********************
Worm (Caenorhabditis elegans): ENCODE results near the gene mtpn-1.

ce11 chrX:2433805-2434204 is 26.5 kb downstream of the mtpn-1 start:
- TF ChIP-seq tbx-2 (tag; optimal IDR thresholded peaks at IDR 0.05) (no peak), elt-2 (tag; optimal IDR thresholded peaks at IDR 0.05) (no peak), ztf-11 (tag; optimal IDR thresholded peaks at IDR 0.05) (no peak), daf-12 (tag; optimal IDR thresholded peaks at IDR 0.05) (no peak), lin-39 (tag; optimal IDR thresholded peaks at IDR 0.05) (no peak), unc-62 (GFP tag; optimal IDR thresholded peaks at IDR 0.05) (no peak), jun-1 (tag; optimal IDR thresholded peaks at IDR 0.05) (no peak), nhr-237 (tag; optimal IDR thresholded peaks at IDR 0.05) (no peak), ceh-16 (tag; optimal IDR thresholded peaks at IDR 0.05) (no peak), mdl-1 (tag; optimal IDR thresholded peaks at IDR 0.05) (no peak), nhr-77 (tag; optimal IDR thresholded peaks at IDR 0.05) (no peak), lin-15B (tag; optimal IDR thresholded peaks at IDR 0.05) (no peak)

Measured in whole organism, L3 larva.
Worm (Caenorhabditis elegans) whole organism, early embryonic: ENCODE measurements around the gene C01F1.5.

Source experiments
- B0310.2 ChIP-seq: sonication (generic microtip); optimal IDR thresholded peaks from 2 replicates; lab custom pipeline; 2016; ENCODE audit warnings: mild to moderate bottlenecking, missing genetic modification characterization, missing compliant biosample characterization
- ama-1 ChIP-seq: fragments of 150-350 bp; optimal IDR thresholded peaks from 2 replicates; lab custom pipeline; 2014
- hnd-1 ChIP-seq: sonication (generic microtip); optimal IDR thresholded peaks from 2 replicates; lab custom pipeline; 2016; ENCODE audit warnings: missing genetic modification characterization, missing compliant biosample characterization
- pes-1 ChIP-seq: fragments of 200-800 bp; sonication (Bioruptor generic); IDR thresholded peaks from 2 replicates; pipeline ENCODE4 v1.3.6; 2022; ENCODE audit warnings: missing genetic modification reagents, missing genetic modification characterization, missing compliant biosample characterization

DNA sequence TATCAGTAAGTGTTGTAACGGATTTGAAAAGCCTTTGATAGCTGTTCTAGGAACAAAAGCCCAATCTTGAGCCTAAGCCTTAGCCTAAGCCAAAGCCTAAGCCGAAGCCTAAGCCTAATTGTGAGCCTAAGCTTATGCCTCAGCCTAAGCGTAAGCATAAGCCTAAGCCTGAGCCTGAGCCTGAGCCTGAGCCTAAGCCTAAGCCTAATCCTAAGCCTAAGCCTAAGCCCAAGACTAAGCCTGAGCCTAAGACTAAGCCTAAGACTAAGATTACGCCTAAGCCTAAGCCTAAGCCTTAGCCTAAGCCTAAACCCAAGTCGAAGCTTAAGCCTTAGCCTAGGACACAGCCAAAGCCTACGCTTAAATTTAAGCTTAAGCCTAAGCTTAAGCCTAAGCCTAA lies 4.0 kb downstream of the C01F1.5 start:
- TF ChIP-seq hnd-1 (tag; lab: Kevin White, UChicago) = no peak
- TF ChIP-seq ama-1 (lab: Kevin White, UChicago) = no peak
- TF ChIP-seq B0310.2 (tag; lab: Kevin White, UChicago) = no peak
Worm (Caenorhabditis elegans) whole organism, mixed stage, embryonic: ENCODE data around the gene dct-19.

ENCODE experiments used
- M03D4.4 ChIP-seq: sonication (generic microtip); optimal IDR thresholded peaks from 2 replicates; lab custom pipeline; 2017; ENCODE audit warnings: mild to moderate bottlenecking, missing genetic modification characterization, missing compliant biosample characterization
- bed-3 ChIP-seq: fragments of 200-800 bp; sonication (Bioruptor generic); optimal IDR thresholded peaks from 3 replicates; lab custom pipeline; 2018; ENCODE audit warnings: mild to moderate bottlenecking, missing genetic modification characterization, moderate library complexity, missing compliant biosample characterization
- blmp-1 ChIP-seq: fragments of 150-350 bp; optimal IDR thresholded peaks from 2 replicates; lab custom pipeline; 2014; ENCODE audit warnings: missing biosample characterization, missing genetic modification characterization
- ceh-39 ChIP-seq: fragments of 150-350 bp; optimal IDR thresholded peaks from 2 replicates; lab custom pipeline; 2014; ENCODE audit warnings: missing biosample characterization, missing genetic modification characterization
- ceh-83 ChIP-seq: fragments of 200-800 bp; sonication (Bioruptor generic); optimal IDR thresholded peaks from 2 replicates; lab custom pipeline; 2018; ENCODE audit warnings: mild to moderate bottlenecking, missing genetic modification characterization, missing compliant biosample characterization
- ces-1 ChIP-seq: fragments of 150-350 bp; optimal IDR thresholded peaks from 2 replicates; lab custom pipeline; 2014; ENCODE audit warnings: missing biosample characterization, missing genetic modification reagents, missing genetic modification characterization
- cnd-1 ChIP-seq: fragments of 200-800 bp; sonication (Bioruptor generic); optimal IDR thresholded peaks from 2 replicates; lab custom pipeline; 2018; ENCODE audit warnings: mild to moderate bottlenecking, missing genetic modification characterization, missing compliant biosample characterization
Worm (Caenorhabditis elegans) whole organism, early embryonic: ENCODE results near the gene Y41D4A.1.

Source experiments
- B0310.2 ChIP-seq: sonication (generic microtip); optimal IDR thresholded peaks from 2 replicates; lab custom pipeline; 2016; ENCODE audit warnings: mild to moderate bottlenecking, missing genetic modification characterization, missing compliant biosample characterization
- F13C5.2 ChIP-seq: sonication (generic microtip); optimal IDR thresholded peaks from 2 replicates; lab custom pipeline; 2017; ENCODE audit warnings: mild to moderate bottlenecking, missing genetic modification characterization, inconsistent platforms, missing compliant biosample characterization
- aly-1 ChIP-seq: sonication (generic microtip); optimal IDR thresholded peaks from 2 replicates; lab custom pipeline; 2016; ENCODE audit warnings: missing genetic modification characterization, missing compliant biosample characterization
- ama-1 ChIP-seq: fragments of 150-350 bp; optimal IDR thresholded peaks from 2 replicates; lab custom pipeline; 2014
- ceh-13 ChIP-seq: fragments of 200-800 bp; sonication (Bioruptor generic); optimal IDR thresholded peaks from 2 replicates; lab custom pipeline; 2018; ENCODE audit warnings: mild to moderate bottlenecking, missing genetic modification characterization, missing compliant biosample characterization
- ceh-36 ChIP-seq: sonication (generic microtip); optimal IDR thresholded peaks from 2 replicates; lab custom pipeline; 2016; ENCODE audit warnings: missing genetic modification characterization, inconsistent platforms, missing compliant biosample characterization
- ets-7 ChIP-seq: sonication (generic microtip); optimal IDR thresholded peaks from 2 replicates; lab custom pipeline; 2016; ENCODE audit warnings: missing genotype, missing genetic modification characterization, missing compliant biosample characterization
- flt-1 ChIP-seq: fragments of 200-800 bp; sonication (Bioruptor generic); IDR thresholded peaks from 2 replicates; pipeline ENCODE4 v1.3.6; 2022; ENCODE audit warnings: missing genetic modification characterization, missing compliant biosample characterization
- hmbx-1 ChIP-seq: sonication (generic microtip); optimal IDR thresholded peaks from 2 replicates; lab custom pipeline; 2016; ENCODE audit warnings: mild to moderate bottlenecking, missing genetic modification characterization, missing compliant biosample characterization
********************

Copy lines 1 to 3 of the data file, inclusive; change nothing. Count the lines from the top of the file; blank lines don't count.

Worm (Caenorhabditis elegans): ENCODE results near the gene mtpn-1.

ce11 chrX:2433805-2434204 is 26.5 kb downstream of the mtpn-1 start:
- TF ChIP-seq tbx-2 (tag; optimal IDR thresholded peaks at IDR 0.05) (no peak), elt-2 (tag; optimal IDR thresholded peaks at IDR 0.05) (no peak), ztf-11 (tag; optimal IDR thresholded peaks at IDR 0.05) (no peak), daf-12 (tag; optimal IDR thresholded peaks at IDR 0.05) (no peak), lin-39 (tag; optimal IDR thresholded peaks at IDR 0.05) (no peak), unc-62 (GFP tag; optimal IDR thresholded peaks at IDR 0.05) (no peak), jun-1 (tag; optimal IDR thresholded peaks at IDR 0.05) (no peak), nhr-237 (tag; optimal IDR thresholded peaks at IDR 0.05) (no peak), ceh-16 (tag; optimal IDR thresholded peaks at IDR 0.05) (no peak), mdl-1 (tag; optimal IDR thresholded peaks at IDR 0.05) (no peak), nhr-77 (tag; optimal IDR thresholded peaks at IDR 0.05) (no peak), lin-15B (tag; optimal IDR thresholded peaks at IDR 0.05) (no peak)